I write a lot of things in wiki nowadays, and it’s good. I think better in there, and get away from the web’s echo chamber of endless reactions to reactions.
But occasionally wiki is a bit too under the radar. About a year ago I started following a thread of stories on opioid addiction in America. As one thing led to another, one statistic to an even more shocking one, and it seemed amazing it was not being covered more broadly.
I think it’s now out in the open, now a bigger story, but for various reasons, I want to link to some of that work here today, the place where people actually read.
The story, in short, is this. Pharmaceutical companies (in particular a company named Purdue Pharma) began to market new classes of opioid based painkillers to people in the mid-1990s. Despite the fact these were known to be highly addictive and prone to tampering they continued to market them. Purdue Pharma spent a massive effort pushing these drugs, and suddenly “pain management” was all the rage — you couldn’t go into the doctor’s office for a booster shot without being asked to rate your pain on a scale of red sad face to yellow happy face, and drugs were the follow-up should you answer wrong.
Weird things happened in small and medium-sized towns all over the U.S. Suddenly there was a heroin epidemic everywhere at once, particularly in the Northeast, but other places as well. The assumption was that it was like previous epidemics, a cyclical wave of addiction, that occasionally pops up when younger folks are far enough away from previous waves to have forgotten what a heroin addict looks like when they hit bottom.
Except it wasn’t like previous waves. It was bigger, and weirdly ubiquitous. There seemed, apart from whiteness, to be very few predictors to who was becoming addicted. What was happening behind the scenes? People were becoming addicted through an entirely new route: their doctors. For the first time in history, the vast majority of heroin addicts were becoming addicted initially through pills prescribed to them by a doctor. When the prescriptions got cut off, they went to heroin, the cheaper alternative.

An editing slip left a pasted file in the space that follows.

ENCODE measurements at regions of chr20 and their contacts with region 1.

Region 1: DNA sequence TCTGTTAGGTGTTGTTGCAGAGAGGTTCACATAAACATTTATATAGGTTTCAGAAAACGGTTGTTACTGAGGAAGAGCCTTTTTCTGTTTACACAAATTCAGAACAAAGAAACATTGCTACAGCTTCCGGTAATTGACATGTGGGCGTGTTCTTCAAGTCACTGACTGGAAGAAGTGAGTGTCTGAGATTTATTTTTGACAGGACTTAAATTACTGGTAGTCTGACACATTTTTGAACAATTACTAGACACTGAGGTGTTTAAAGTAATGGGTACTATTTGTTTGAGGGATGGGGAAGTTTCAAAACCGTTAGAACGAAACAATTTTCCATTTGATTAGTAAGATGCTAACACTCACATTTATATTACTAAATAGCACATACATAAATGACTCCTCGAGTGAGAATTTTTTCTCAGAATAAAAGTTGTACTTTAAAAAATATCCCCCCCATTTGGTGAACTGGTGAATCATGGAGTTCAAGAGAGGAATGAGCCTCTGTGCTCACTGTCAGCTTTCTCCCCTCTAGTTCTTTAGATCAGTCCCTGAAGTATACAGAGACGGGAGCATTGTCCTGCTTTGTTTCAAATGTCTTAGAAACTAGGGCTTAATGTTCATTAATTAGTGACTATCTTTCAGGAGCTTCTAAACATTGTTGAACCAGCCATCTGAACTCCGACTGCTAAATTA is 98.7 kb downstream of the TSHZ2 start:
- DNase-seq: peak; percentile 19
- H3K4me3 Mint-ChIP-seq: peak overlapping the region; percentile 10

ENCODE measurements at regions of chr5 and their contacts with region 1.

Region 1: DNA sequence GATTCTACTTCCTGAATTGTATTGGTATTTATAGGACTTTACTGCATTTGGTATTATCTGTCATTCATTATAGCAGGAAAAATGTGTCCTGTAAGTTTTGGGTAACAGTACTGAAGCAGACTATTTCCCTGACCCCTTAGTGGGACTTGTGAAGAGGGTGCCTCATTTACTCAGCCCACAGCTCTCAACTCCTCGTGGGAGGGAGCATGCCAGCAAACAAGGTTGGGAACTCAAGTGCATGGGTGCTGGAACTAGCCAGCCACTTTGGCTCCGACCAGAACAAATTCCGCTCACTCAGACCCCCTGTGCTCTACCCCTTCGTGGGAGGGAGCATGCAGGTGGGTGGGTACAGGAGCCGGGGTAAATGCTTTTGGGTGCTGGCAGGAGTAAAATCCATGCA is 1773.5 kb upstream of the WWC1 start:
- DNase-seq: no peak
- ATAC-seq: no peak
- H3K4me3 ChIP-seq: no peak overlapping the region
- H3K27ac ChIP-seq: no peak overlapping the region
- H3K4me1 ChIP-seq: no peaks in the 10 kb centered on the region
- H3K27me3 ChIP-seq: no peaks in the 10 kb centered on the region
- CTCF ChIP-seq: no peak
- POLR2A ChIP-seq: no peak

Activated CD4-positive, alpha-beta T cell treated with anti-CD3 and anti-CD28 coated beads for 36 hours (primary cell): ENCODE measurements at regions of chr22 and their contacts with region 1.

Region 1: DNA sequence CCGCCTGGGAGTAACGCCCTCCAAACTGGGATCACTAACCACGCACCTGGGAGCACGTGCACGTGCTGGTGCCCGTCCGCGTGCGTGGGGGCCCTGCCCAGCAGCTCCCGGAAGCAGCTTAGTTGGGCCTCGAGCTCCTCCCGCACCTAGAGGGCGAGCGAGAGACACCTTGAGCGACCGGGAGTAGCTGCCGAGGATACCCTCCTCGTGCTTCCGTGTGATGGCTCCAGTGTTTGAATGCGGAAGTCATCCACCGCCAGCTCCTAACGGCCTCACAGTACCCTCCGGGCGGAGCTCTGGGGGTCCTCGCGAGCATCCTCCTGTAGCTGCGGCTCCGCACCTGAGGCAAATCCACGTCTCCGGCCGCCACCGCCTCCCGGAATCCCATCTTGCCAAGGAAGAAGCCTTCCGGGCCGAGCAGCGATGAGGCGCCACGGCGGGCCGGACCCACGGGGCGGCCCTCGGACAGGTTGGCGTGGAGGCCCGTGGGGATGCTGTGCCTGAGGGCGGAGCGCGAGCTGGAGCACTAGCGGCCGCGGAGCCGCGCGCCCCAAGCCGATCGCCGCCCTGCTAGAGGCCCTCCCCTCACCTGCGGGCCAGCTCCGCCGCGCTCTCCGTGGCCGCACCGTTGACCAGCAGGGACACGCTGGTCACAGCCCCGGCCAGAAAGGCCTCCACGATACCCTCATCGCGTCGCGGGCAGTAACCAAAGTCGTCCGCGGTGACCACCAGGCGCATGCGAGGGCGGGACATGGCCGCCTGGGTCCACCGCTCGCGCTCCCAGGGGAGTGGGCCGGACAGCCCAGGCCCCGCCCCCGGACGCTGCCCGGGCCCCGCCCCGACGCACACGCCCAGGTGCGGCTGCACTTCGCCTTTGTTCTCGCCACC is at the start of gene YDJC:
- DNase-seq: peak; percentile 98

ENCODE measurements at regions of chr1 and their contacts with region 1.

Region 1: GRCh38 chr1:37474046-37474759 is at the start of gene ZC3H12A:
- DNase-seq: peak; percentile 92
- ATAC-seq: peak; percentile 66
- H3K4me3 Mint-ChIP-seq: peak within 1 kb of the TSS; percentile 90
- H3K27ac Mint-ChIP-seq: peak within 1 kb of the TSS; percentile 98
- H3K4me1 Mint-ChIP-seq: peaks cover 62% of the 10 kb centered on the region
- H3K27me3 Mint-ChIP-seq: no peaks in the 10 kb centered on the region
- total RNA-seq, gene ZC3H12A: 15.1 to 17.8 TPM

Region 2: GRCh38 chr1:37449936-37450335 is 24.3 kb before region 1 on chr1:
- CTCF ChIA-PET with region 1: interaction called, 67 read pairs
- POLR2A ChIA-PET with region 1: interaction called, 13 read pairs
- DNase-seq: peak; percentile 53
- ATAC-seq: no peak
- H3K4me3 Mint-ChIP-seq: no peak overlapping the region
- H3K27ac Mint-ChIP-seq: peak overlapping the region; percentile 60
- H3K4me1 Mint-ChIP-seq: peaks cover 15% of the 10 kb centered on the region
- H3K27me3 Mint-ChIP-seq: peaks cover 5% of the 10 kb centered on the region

“There aren’t a lot of people saying, ‘Hm, heroin sounds like a fun drug to try!’ The people who are using heroin are people who have opioid addiction,” said Kolodny, who is also a senior scientist at Brandeis University’s Heller School for Social Policy & Management. “Some develop [a painkiller addiction] for taking drugs exactly as they were prescribed.” See Route to Heroin Abuse and 80% of Heroin Users Started with Painkillers
Even when addicts stayed with painkillers, they put themselves at huge risks, with opioid pills surpassing all other drugs in terms of death count. While this toll was increasing, Purdue Pharma was using big data to find and target doctors writing the majority of prescriptions — not to turn them in, but to market to them more heavily.
And overdoses were not the only impact. In fact, far more people may be dying from the associated forms of liver disease and depression caused by addiction. The combined effects are so large that it has played a large part in reversing decreases in all-cause mortality in a number of demographics, a trend not seen in modern times. Though just one of the causes of increases in white mortality, the combined effect (along with alcohol and suicide) is so large that researchers say the closest thing they can compare it to is the AIDS epidemic in the 1980s and 1990s. Drug overdoses are now surpassing traffic accidents as a cause of death in the U.S. See Opioids, Alcohol, Suicide
In short, it’s the biggest health crisis in the U.S., created not by a bunch of curious kids, but by the pharmaceutical industry. It is touching all ages, all incomes. And yet I still find people that do not know this crisis exists, people who think they are alone in their struggle, people who blame themselves or others for an crisis that is as corporate-created as Deep Horizon. And as our friends in the activist community said in the 1980s so succinctly, Silence = Death.
So this is me trying not to be silent, and letting people know that if you or someone you know is struggling with this, you’re not alone. This is part of a bigger story, bigger than any one person and bigger than any series of individual choices. And to get out of this we need more than individual action and willpower — we need group awareness and collective action, we need to talk about this a lot, and we need to call out the series of actions that got us here. We need to recognize this as an epidemic, and remove the shame and the silence and the personal guilt and get things done.
At some later point I’ll try to pull some of the older pieces I wrote on this subject off of federated wiki and on to Wikity, and maybe even put them into a centralized stand alone resource. Until then this will have to do.